Parkes Council prepares to consolidate reserves

Council's meeting this week was again held online.

Council's meeting this week was again held online.

Parkes Council general manager Kent Boyd says the focus of the council for the next two years should be looking at how to consolidate its reserves.

During discussion on the council's draft budget at the council's monthly meeting on May 19, Mr Boyd said "the next two years we're looking at how to consolidate our reserves and get them back in shape".

"Over the last five years there has been nearly $195 million worth of assets constructed," Mr Boyd said.

"It's probably been the biggest build over a five year period the council has ever done.

"We've done that with substantial grants and now its time we exercised a little bit of moderation to make sure we get our reserves and start building our finances back up for the next term of council," Mr Boyd said.

The draft budget provides for a 2.6% increase in ordinary rates yield for the 2020/21 year, in line with the rate cap determined by the NSW Independent Pricing and Regulatory Tribunal (IPART).

Council is not proposing any pricing increases for water access or usage charges in 2020/21.

It is proposed that the standard residential sewer access charge be increased from $480 to $528 for the 2020-21 year.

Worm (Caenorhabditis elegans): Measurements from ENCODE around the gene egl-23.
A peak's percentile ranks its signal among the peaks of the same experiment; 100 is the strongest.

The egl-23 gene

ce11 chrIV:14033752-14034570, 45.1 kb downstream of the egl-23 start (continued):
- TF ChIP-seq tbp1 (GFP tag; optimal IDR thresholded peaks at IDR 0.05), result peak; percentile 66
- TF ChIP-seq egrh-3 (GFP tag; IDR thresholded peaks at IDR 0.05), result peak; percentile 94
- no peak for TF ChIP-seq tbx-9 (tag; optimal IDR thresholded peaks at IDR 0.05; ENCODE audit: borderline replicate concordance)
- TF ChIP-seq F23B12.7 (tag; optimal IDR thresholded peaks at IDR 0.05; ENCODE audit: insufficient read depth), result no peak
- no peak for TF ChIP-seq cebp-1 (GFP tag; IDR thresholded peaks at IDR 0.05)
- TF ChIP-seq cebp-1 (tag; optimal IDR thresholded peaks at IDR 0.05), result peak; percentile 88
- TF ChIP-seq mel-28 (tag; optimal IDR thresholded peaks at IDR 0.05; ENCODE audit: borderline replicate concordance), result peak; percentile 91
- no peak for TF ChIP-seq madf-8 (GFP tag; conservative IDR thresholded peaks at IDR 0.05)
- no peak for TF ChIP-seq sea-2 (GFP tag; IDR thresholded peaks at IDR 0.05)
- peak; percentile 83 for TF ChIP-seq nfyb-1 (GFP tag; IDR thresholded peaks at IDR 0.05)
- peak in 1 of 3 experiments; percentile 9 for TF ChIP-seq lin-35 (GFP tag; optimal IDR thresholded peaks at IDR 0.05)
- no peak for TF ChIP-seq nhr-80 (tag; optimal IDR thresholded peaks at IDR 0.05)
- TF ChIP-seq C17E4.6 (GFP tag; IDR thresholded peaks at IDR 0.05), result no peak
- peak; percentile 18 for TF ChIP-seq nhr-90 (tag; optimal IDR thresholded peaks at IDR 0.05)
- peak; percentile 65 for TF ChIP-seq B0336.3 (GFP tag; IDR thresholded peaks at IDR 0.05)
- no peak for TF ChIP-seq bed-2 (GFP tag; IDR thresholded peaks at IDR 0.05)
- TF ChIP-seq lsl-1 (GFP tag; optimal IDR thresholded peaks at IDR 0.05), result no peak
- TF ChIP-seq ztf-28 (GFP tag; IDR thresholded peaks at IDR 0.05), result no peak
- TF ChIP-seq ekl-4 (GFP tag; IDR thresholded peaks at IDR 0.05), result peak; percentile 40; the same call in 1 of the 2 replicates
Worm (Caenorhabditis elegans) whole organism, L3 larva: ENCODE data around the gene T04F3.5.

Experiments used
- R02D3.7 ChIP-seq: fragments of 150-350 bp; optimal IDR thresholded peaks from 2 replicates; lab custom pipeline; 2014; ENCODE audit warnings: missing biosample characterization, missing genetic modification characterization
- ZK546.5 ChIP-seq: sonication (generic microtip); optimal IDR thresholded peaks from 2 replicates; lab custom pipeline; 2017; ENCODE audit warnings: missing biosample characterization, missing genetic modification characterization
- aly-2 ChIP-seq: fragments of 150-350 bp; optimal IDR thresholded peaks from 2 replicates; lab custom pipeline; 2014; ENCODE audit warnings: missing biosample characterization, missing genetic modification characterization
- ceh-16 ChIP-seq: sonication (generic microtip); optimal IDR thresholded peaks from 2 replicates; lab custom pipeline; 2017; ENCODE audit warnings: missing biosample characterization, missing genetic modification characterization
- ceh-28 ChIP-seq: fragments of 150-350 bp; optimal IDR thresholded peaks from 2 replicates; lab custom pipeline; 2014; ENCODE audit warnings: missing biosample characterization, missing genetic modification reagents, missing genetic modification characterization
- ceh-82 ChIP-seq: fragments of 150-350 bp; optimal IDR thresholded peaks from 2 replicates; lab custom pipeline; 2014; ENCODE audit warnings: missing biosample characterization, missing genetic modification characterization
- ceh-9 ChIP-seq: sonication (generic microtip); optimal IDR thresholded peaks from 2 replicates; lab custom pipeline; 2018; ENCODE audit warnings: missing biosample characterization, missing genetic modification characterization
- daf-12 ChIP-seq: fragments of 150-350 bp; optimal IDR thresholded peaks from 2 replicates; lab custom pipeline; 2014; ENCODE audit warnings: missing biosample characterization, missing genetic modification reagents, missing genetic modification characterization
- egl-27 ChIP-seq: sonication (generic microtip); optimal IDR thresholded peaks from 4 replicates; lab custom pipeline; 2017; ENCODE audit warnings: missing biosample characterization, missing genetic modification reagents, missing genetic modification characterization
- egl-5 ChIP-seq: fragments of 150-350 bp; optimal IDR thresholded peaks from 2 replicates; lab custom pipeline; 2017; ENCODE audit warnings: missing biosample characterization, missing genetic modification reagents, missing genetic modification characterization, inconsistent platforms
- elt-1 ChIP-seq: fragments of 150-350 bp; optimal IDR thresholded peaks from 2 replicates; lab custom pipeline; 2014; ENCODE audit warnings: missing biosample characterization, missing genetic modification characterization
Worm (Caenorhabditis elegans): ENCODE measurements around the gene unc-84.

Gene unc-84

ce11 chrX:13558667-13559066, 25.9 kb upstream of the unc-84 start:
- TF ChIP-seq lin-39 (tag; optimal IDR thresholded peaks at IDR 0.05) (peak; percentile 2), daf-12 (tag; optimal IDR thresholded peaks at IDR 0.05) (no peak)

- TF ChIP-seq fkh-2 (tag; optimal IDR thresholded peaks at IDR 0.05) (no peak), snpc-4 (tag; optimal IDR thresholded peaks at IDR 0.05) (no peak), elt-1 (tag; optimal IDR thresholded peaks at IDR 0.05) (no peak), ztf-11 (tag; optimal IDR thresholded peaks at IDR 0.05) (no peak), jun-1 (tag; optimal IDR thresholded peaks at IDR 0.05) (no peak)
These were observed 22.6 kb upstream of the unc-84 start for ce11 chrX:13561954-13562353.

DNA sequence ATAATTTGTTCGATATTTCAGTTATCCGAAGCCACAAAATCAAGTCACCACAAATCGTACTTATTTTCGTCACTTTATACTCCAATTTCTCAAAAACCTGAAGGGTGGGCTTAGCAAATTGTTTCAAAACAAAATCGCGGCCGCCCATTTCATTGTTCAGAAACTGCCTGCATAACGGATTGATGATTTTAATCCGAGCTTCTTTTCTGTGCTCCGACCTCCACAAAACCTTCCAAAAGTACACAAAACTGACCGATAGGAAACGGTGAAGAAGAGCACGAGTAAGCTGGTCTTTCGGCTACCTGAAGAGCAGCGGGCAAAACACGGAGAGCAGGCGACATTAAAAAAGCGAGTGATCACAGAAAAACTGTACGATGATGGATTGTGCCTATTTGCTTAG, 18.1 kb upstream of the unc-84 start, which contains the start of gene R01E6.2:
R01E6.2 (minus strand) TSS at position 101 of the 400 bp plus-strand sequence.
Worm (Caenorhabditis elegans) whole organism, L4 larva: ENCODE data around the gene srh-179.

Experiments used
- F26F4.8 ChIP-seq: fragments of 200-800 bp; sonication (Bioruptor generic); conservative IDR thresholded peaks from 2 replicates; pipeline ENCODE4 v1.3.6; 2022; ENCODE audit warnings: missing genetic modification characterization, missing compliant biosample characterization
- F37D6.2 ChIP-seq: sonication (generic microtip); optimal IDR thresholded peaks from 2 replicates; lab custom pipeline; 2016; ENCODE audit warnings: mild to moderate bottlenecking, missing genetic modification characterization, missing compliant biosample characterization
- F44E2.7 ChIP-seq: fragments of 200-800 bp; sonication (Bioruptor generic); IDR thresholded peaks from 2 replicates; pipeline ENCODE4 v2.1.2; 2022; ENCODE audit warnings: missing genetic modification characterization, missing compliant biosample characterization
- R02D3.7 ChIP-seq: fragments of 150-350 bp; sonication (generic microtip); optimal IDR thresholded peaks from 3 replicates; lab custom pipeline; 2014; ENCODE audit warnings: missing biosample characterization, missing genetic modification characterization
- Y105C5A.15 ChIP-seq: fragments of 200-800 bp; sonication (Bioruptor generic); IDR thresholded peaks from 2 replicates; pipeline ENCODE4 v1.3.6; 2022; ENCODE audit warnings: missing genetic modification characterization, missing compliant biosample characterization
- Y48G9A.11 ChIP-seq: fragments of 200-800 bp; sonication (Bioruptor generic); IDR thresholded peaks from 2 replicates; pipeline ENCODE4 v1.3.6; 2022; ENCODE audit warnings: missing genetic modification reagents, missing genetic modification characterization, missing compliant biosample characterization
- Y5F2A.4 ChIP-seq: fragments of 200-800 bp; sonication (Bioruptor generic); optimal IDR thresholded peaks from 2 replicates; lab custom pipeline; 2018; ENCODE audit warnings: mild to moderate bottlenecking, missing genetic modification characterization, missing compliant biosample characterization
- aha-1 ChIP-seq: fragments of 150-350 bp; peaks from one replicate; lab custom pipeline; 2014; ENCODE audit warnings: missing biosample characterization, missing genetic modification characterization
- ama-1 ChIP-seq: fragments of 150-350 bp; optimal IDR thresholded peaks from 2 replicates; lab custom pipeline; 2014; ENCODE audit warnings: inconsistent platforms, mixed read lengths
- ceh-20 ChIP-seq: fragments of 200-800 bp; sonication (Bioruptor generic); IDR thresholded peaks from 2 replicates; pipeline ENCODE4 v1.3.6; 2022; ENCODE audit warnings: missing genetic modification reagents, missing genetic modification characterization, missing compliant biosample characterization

Council said the proposed increase of 10% is based off financial modelling of the sewer fund over the next 10 years.

Increases in operating costs from the new sewer treatment plant, pump station and advanced water recycling facility, along with increased depreciation expenses are all attributable to the pricing increase.

The increase in the sewer rate, Council said, is required to generate a operating surplus.

The cost of Domestic Waste Service will be $420 per service.

The charge includes provision for the current three bin service, being a green lidded 'organics' bin weekly, the recycling service remaining on a fortnightly basis and the residual or mixed waste bin on a fortnightly service.

The Charge includes the variation in service costs under the new Regional Collection Contract, which commenced with the three-bin system from 4 April 2016.

"We don't anticpate any increase in the water fund so are keeping water chagres the same," Mr Boyd said.

In terms of capital works Mr Boyd said there is around $14 million in the budget for roadworks, library and country university $1.4 million and for completion of the multi purpose centre and main street works $3 million.

":A lot of thought has gone into it, to bringing council's operation back to a more sustainable level," mayor Ken Keith said of the draft budget.

"I do note that over 50 per cent of this budget is going to roads, water and sewerage in the shire are.

"We're still concentrating on delivering service to our community.

"At the beginning of this council everyone wanted us to concentrate on delivering the services that we were delivering and not to make cuts to enable the budget to be trimmed, so I do commend the budget and the wonderful work that has been put into it.

"It is a difficult year for a lot of people in Parkes, we have a two stream economy at the moment.

"People involved in construction and mining are really going gang busters, but shops like coffee shops and restaurants have seen the major impact of COVID-19.

"The budget is based on a sustainable future for the Parkes Shire," Mr Keith said.